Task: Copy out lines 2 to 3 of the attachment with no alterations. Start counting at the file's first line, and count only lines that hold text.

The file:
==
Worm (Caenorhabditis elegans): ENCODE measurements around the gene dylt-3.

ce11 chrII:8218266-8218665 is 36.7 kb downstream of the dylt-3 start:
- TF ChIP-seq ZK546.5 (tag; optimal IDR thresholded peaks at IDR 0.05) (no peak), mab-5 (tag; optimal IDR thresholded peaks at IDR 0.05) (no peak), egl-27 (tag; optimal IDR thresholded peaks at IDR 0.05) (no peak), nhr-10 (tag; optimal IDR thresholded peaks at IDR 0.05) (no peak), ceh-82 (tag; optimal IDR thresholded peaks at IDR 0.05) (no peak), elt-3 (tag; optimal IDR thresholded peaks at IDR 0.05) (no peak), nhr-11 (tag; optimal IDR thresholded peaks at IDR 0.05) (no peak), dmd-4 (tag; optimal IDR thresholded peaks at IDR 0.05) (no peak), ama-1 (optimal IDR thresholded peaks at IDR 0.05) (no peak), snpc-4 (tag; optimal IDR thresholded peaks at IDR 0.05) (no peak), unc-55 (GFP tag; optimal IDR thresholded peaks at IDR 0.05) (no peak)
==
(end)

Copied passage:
ce11 chrII:8218266-8218665 is 36.7 kb downstream of the dylt-3 start:
- TF ChIP-seq ZK546.5 (tag; optimal IDR thresholded peaks at IDR 0.05) (no peak), mab-5 (tag; optimal IDR thresholded peaks at IDR 0.05) (no peak), egl-27 (tag; optimal IDR thresholded peaks at IDR 0.05) (no peak), nhr-10 (tag; optimal IDR thresholded peaks at IDR 0.05) (no peak), ceh-82 (tag; optimal IDR thresholded peaks at IDR 0.05) (no peak), elt-3 (tag; optimal IDR thresholded peaks at IDR 0.05) (no peak), nhr-11 (tag; optimal IDR thresholded peaks at IDR 0.05) (no peak), dmd-4 (tag; optimal IDR thresholded peaks at IDR 0.05) (no peak), ama-1 (optimal IDR thresholded peaks at IDR 0.05) (no peak), snpc-4 (tag; optimal IDR thresholded peaks at IDR 0.05) (no peak), unc-55 (GFP tag; optimal IDR thresholded peaks at IDR 0.05) (no peak)